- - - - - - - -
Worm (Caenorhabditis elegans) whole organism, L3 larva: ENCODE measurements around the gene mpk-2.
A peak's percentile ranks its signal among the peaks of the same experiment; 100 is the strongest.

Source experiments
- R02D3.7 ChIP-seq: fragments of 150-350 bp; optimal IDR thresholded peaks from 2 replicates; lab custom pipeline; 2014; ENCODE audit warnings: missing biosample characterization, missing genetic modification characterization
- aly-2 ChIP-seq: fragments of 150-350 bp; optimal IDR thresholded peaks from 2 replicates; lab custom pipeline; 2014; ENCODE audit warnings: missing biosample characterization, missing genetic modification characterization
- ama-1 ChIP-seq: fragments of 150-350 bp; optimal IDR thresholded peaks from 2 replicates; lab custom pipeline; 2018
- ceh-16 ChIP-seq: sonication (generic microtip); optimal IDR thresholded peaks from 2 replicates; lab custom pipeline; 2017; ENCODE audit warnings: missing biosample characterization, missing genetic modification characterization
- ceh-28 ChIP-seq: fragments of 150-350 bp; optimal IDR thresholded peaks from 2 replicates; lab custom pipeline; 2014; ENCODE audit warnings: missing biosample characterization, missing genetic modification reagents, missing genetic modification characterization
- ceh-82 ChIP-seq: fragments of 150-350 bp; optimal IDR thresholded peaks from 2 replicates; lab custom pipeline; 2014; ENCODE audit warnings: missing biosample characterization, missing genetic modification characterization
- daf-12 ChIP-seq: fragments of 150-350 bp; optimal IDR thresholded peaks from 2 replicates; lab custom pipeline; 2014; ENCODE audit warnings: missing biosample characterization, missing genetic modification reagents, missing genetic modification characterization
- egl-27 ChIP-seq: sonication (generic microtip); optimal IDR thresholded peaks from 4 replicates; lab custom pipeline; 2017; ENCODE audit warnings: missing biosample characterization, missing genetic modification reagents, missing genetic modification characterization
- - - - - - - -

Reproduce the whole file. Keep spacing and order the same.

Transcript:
Worm (Caenorhabditis elegans) whole organism, L3 larva: ENCODE measurements around the gene mpk-2.
A peak's percentile ranks its signal among the peaks of the same experiment; 100 is the strongest.

Source experiments
- R02D3.7 ChIP-seq: fragments of 150-350 bp; optimal IDR thresholded peaks from 2 replicates; lab custom pipeline; 2014; ENCODE audit warnings: missing biosample characterization, missing genetic modification characterization
- aly-2 ChIP-seq: fragments of 150-350 bp; optimal IDR thresholded peaks from 2 replicates; lab custom pipeline; 2014; ENCODE audit warnings: missing biosample characterization, missing genetic modification characterization
- ama-1 ChIP-seq: fragments of 150-350 bp; optimal IDR thresholded peaks from 2 replicates; lab custom pipeline; 2018
- ceh-16 ChIP-seq: sonication (generic microtip); optimal IDR thresholded peaks from 2 replicates; lab custom pipeline; 2017; ENCODE audit warnings: missing biosample characterization, missing genetic modification characterization
- ceh-28 ChIP-seq: fragments of 150-350 bp; optimal IDR thresholded peaks from 2 replicates; lab custom pipeline; 2014; ENCODE audit warnings: missing biosample characterization, missing genetic modification reagents, missing genetic modification characterization
- ceh-82 ChIP-seq: fragments of 150-350 bp; optimal IDR thresholded peaks from 2 replicates; lab custom pipeline; 2014; ENCODE audit warnings: missing biosample characterization, missing genetic modification characterization
- daf-12 ChIP-seq: fragments of 150-350 bp; optimal IDR thresholded peaks from 2 replicates; lab custom pipeline; 2014; ENCODE audit warnings: missing biosample characterization, missing genetic modification reagents, missing genetic modification characterization
- egl-27 ChIP-seq: sonication (generic microtip); optimal IDR thresholded peaks from 4 replicates; lab custom pipeline; 2017; ENCODE audit warnings: missing biosample characterization, missing genetic modification reagents, missing genetic modification characterization